Extended Kalman Filter (EKF) has been introduced for non-linear systems by linearizing the estimation around the current estimation and using partial derivatives of the system/measurement equation (Sorenson, 1960; Costa, 1994). In the presence of strong non-linearities, Extended Kalman filter leads to poor estimation results because of propagation of covariance from one measurement sample time to the next through the linearization (Bishop and Welch, 2001). In other words using of Jacobians, representing all partial derivatives of the non-linear system (model), may lead to sub-optimal performance and sometimes divergence of the extended Kalman Filter. Therefore, Unscented Kalman Filter (UKF) is introduced in Costa (1994) to improve the estimation performance as well as to remove the requirement of Jacobians calculations. The UKF exactly addresses the problem of EKF by using a deterministic sampling approach. The UKF approximates the state distribution by a GRV (Gaussian Random Variable) as well as EKF, but it is represented by using a minimal set of carefully chosen sample points.

The Extended Kalman Filter assumes that the state at time step k is calculated from the previous state step xk−1 according to:

xk=f(xk-1,uk)+wk,zk=h(xk)+vk.    (8)

In a general system either the state transition function f or the measurement function h or both may be non-linear. Here the process and measurement noises (wk and vk) enter the system linearly but there may be systems for which the noise can not be assumed as additive. They are assumed to be zero mean Gaussian noises with covariance Q and R respectively. In the procedure of EKF the non-linear functions are linearized around the mean of current state estimation as:

JF=fx|x^k-1,uk,JH=hx|x^k.    (9)

At each time step the linearization is performed locally and the resulting Jacobian matrices JF and JH are then used in the prediction and correction steps of the KF algorithm. The system and measurement noise respectively wk and vk are assumed to be independent, white, and with normal probability distributions as:

p(w)~N(0,Q),p(v)~N(0,R).    (10)

In practice, the noise covariance matrices might change during the time, however they are often assumed to be constant. There are two sets of equations for prediction and correction process. The time update projects the current state estimation ahead in time while the measurement update adjusts the projected estimation by an actual measurement at that time. The procedure of Extended Kalman Filter can be summarized as follows:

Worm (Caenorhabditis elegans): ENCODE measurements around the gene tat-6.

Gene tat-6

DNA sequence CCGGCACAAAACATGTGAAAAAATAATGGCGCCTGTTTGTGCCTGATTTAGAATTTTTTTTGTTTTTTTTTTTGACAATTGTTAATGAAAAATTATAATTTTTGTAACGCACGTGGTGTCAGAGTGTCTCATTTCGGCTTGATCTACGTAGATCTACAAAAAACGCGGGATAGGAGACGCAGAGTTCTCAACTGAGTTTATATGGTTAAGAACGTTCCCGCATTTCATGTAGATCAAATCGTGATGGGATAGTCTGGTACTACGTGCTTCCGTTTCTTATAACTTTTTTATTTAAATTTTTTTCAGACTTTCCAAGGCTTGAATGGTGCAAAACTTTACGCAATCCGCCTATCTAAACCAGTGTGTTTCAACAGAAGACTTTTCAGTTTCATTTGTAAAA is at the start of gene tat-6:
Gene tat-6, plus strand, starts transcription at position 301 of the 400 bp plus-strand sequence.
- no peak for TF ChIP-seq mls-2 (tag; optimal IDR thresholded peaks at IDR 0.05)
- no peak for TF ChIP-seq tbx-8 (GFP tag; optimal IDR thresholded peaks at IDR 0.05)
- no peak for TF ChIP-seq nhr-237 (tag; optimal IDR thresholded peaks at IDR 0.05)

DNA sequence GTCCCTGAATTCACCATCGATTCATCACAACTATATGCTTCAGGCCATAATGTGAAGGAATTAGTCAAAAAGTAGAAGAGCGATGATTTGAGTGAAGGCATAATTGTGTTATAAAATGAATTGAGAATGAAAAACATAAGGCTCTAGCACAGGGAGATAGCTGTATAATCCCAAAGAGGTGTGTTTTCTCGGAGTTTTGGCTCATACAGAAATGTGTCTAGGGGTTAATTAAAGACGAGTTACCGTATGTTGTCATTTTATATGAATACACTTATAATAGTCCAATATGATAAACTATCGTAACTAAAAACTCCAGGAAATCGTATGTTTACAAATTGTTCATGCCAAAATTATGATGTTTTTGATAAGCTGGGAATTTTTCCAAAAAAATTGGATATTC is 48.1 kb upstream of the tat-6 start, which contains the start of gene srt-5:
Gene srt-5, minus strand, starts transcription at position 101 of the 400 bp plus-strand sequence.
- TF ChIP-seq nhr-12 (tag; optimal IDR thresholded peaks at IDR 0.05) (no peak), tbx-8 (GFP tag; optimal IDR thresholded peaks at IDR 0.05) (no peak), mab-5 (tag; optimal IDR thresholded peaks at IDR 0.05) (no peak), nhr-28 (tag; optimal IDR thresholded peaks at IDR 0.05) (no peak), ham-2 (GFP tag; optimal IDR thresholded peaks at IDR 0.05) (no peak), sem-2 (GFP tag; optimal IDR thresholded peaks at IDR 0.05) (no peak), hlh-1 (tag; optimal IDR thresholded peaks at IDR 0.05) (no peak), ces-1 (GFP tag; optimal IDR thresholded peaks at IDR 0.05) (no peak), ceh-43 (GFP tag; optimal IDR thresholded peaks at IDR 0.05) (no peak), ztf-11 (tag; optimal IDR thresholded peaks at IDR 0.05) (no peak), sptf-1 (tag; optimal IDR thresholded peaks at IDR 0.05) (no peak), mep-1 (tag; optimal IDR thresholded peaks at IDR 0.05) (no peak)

Prediction (time update)

(1) Project the state ahead

x^k-=f(x^k-1,uk)

(2) Project the error covariance ahead

Pk-=JFPk-1JFT+Q

Correction (measurement update)

(1) Compute the Kalman gain

Kk=Pk-JHT(JHPk-JHT+R)-1

(2) Update the estimation with measurement

x^k=x^k-+Kk(zk-hx^k-)

(3) Update the error covariance

Pk=(I-KkJH)Pk-

When the system is non-linear and can be well approximated by linearization then the EKF is a good option for state estimation. However it has the following drawbacks:

1. It may be difficult to calculate the Jacobians if they need to be calculated numerically.

2. There are high computational costs when the Jacobians are calculated numerically.

3. The EKF only works on systems that have a differentiable model.

4. The EKF is not optimal if the system is highly non-linear (linearization does not provide a good approximation for highly non-linear systems).

Unscented Kalman Filter (UKF) can be used to overcome the last disadvantage of the EKF by approximating the probability distribution instead of approximating the non-linear function. A brief comparison of KF, EKF, and UKF is presented in Table 1 considering the main principles of filtering. The computational cost of Kalman Filter depends also on the sample time of the measurements which is the main focus of this paper.

TABLE 1
www.frontiersin.org

Table 1. Comparison of KF, EKF, and UKF considering the main principles of filtering.

5. Variable Step Size Extended/Unscented Kalman Filter

In section 4 the procedure of standard Extended/Unscented Kalman Filter and correspondingly predictor-corrector scheme has been briefly explained. In the following section variable step size (Extended/Unscented) Kalman Filter is proposed and discussed in detail to enhance the performance of (Extended/Unscented) Kalman Filter for stiff/switching problems. The proposed approach consists of event handling and zero crossing concepts according to ODE solvers with variable step size integration. The main flowchart of variable step size Kalman Filter is graphically and mathematically defined in Figure 1 and Algorithm (1).

FIGURE 1
www.frontiersin.org

Figure 1. Event handling procedure of variable step size Kalman Filter.

ALGORITHM 1
www.frontiersin.org